I’m only kidding about prison, I said to Ted, who looked at me, took a deep draw, and released a cloud of smoke.
Ted was a federal judge and played the role even when he was off the bench, relaxing with a cigar in hand. He was the type who prepared his cigar in an old style, popping a nub out of the end of the cigar with his thumbnail, rejecting my clippers and then my expensive butane lighter – the flame powerful and invisible until it hit the tobacco and bloomed like a blue orchid – in favor of kitchen matches. Even when he was relaxed, he seemed to have the straight-backed reserve of a man who was withholding judgment, sticking with procedure. He took another draw on his cigar, kept his lips lightly around the wrapper leaf and spoke with firm authority, You’re not in prison. If you’d rode the blue bus and then went through the security check at Rikers Island, you’d understand what it means to be in prison. But I get your point, he said.
Well, you should, I said. I knew he had gone through some serious marital problems of his own. On the porch – this was late fall, a cold wind coming from the north, hunched in our coats with our collars up, enjoying the feeling of smoking outside, as if we were in the Klondike, two rugged explorers stopping for a smoke, he knew and I knew at that instant, sitting there, that the next thing out of his mouth – or mine – would be a comment about the quality of the cigars, and then one of us would say something about the quality of the Cubans, and then one of us would tell a smuggling story. His that day was about how he once hid cigars – purchased in Europe – in his wife’s tampon box to get them through customs, and I told him about replacing the bands, turning Montecristos into Dunhills, something like that, and then we settled into a deep ritual that betrayed time itself, turning the moment into something utterly simple and meaningless.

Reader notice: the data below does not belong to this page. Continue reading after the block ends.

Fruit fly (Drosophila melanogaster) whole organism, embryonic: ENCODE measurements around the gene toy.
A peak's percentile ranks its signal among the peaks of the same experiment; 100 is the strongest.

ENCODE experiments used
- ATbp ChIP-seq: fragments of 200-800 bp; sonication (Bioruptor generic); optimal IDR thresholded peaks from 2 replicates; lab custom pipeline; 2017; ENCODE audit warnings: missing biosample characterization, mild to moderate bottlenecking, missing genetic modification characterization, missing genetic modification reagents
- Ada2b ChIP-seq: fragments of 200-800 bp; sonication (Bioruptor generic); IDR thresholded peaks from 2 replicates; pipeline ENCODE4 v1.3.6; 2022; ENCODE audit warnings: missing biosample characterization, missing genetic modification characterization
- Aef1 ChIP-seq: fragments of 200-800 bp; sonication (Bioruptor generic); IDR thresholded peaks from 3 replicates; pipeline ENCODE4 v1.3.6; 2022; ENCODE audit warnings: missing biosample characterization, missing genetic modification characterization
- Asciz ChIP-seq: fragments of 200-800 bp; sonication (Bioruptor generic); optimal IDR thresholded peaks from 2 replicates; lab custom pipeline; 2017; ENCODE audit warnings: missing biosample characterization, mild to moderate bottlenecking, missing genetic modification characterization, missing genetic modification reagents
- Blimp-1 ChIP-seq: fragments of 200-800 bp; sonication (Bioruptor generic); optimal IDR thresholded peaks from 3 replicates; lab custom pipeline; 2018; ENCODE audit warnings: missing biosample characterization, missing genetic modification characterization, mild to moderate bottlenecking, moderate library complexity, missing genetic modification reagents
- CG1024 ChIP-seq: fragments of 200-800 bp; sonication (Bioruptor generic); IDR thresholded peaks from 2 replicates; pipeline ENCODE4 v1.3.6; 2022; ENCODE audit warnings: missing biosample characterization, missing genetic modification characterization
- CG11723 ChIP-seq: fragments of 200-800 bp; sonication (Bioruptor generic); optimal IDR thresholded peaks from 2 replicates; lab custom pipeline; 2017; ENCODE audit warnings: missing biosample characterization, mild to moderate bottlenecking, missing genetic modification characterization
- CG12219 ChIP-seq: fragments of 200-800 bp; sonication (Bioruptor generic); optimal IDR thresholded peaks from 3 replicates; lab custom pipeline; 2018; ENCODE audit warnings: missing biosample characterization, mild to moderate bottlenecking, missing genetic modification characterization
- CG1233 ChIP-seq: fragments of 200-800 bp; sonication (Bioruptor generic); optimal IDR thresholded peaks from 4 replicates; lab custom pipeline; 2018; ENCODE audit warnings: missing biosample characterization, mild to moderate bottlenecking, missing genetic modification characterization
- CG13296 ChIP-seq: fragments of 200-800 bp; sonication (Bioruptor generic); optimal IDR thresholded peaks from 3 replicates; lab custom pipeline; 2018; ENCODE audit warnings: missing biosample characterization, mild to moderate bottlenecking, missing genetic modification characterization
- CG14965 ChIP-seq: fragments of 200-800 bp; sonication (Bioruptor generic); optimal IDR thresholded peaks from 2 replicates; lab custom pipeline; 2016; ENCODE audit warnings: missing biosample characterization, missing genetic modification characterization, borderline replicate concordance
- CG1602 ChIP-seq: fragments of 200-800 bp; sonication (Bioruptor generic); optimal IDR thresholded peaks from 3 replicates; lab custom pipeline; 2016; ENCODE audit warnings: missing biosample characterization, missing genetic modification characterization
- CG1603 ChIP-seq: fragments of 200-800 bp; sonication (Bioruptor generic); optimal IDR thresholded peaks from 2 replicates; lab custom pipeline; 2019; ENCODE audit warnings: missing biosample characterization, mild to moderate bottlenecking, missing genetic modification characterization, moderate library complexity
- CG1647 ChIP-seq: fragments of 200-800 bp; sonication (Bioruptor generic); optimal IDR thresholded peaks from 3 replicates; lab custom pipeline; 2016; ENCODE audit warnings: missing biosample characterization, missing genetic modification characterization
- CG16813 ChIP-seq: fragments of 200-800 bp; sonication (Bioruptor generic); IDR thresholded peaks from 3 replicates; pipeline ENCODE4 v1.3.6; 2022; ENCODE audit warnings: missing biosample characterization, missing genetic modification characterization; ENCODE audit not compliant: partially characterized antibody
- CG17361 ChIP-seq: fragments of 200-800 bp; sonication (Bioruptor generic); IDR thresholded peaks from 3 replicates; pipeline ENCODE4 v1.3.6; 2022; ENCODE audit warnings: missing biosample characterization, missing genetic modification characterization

Years later, at his funeral, up on the hill across from the hospital, with the river broken gray slates through the trees, I’d remember that moment on the back patio and how he drew the attention away from my failure and allowed us to go back to the ordained pattern of our friendship, which had started with our weekly tennis matches. You want to play with a judge? I know this judge, and he’s pretty good, someone told me. He’s federal so he pretty much sets his own hours and can play with you in the afternoon, someone said.
In the years after the renewal ceremony the judge came to know the full story of my marital problems with Sharon. His son was at West Point for a few years, and I remember that he talked often of him, saying things like – my son is a plebe, and right now, as we play tennis, he is, most certainly, being tortured into adulthood. His son would become a captain and die in his second tour in Iraq, killed by an IED, but of course we didn’t know that at the time.